Friday, 19 February 2021

The February Backroom: Steve Griffiths



We are overdue a fine Welsh poet. Steve Griffiths was born in Anglesey, spent his working life in London, and now lives in Ludlow, where I met him a few years back. Ludlow is a wee artists' town on the border between Wales and England where I discovered, I think, the world's most perfect pub. It seemed to me a great place for poetry to thrive. The town and the pub. Steve has published eight collections of poems, most recently a pamphlet, 'Updrafts' (Fair Acre Press, 2020), and 'Weathereve: Selected Poems' (2019), the fruit of seven collections, all but the first published by Seren and Cinnamon Press. He is one of a hundred twentieth century Welsh poets writing in English featured in The Library of Wales ‘Poetry 1900-2000’ (2007, Parthian Books). 

'Poetry', he says 'holds body and soul together, which has not always been the case.' The poem he is reading here today is about words, an appropriate subject for a poet, but which here take on strange Hitchcockian significance, almost a malevolence. A poet in the stasis of lockdown surrounded, as ever, by a persistent swarms of words.




Words


Don’t get me wrong,
some of my best friends
are words,
especially my own.
There are more of them about

than there used to be:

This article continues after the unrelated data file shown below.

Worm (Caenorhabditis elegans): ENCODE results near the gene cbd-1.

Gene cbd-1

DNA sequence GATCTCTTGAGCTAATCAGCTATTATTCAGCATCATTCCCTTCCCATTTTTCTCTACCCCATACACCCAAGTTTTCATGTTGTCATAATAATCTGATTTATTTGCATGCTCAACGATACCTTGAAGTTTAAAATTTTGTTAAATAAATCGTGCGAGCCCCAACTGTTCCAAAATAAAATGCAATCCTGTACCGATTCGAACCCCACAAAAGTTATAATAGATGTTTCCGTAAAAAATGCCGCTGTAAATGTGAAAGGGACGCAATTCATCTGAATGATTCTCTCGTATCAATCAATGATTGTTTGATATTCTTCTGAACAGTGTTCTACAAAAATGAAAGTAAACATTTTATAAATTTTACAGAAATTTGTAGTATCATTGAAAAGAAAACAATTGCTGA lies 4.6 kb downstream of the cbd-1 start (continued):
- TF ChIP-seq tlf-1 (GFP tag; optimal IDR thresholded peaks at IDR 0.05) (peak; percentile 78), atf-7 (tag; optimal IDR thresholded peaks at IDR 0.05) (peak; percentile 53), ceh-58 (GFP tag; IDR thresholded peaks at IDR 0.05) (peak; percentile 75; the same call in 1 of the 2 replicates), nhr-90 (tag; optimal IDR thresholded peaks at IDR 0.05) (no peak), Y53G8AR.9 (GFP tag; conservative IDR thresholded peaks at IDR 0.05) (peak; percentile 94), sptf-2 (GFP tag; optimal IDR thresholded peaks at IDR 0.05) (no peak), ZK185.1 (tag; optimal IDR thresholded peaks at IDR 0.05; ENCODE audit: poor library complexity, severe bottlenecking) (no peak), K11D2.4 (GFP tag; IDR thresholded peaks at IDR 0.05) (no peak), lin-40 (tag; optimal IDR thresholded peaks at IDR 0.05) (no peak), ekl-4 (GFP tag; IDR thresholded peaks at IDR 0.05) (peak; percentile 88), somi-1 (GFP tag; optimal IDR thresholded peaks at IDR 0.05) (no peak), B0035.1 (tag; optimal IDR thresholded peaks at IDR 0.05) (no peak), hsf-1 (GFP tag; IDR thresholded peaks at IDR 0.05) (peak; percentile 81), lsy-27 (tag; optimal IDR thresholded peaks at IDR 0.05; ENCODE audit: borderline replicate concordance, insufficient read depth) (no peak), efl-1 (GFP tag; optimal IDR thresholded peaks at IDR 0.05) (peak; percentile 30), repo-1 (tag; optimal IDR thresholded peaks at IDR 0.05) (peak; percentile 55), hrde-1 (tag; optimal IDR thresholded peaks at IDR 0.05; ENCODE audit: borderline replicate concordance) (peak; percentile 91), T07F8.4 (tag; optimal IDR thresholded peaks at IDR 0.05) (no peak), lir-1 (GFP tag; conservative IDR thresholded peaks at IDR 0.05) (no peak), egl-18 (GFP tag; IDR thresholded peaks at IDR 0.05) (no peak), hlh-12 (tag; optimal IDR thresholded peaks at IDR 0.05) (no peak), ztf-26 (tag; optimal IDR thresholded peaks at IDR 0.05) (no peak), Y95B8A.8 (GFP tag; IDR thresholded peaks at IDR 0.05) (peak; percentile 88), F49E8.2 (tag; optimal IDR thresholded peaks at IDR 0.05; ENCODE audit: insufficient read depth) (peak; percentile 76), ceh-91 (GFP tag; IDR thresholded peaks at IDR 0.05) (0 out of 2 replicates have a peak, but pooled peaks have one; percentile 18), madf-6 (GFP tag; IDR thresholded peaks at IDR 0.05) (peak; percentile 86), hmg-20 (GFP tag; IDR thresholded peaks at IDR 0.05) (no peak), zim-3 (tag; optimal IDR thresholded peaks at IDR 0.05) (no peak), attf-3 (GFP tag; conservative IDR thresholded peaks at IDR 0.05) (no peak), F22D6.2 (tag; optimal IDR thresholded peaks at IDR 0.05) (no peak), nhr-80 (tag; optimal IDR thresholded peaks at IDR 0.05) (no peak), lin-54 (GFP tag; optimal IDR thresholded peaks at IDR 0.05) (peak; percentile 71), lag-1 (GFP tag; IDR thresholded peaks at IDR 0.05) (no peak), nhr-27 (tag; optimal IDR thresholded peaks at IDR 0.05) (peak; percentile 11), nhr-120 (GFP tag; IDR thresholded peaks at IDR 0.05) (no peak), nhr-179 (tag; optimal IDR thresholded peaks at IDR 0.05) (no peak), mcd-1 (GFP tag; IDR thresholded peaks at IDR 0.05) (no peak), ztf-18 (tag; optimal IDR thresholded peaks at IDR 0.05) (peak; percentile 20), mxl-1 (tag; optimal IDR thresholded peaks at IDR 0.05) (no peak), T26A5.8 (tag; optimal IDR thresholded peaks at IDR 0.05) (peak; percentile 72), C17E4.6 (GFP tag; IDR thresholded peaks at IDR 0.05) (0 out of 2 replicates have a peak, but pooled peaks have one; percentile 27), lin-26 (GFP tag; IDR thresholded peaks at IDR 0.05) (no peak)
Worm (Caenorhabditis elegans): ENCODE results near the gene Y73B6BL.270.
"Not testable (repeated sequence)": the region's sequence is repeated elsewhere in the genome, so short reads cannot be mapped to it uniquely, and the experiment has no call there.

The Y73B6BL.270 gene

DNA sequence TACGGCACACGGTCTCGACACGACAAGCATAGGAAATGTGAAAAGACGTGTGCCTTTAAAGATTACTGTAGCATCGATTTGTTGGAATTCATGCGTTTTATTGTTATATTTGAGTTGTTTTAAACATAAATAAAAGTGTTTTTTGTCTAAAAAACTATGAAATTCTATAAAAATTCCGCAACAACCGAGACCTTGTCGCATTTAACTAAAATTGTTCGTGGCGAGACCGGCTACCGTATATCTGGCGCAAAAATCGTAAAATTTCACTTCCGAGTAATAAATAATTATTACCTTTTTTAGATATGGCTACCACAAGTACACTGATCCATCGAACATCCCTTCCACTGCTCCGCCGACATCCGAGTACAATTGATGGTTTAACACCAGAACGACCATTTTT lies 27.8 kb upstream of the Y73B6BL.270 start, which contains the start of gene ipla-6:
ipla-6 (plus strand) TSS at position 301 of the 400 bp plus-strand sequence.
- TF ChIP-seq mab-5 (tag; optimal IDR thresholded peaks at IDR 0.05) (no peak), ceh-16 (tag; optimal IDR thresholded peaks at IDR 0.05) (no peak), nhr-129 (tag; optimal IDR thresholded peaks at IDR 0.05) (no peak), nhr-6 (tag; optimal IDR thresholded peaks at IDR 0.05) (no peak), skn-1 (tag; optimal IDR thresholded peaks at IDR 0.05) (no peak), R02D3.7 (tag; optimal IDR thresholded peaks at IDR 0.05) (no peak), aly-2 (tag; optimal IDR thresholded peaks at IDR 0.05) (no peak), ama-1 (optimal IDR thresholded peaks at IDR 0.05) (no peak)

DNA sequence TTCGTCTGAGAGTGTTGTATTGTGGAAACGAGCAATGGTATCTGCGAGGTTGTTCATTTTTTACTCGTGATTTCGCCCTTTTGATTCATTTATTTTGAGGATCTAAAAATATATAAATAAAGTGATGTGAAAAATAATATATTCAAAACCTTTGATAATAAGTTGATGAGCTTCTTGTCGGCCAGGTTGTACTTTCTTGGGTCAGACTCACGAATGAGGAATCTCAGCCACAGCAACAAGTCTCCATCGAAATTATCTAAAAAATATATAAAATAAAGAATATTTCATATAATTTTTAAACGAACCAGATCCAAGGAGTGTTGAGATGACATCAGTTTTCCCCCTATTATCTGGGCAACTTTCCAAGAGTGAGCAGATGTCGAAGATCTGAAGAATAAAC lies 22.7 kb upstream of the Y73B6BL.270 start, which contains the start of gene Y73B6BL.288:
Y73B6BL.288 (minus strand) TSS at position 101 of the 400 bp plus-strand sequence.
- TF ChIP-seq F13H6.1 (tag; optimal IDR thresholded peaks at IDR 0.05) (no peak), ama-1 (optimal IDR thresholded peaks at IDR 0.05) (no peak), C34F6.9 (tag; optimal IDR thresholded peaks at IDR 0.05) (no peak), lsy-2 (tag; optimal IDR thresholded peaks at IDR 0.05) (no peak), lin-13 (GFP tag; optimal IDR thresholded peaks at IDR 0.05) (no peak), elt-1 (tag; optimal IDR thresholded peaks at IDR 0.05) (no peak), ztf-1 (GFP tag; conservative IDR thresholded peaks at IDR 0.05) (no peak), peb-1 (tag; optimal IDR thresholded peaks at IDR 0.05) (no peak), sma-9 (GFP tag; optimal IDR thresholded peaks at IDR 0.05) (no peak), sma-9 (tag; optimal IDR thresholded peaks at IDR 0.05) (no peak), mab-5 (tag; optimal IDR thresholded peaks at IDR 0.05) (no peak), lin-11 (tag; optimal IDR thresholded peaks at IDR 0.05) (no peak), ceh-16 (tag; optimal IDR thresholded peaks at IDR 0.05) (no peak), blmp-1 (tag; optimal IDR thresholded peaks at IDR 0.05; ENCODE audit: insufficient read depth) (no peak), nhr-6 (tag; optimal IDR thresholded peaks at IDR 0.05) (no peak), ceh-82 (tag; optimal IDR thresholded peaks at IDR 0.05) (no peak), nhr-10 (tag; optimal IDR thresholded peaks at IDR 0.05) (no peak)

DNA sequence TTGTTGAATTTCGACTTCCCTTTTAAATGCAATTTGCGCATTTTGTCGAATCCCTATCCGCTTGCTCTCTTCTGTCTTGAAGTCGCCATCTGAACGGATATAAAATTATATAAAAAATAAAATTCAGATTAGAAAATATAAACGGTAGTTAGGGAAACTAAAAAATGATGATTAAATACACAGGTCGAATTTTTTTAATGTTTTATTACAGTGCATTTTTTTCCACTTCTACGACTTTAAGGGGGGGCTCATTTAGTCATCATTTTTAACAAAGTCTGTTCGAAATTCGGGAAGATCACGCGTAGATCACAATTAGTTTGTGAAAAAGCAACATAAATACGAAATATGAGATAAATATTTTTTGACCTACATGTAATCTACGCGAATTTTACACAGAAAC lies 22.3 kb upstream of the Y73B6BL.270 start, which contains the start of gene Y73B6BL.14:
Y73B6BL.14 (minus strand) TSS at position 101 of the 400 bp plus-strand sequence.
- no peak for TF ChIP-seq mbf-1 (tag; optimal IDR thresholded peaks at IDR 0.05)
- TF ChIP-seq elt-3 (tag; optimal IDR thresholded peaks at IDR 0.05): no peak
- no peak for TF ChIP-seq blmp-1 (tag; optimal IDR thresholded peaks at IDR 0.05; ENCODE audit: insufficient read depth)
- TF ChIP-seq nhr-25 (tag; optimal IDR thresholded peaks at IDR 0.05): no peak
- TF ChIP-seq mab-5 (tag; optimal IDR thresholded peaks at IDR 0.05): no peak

they stick to your face
and drop to the ground
with odd numbers of legs
protesting at the air.

They don’t string together
on the page and stay there:
like birds on the wire
they abandon you, autumn
can come any time.

There’s no knowing whither
they’ll be bound: perhaps
to the forgotten crossroads
where an adult’s words
manhandled you aside

as you tried
to describe the thunder.
There’s no ceiling to belief
in their power: what they say
goes before they wither.

There is so much hurt in words,
there are not enough
eyes in the world
to flinch from it,
those eyes lit up

that are looking hungrily
for words to do justice to them.
The words are greater in number
than the maggot or the starling,
than the sum of meaning.

Friends tell me, sit and listen
to what’s there where none
penetrate, but they do,
through cracks and keyholes
and channelled down the wind 

in the grass where I lie.
It's a wise man
who can turn away from them.
Even as I look up the clouds are
heavy with little ones.


Steve's Website:

His Author's page at Silverwood Books:

A Video poem Sequence: Late Late Love:

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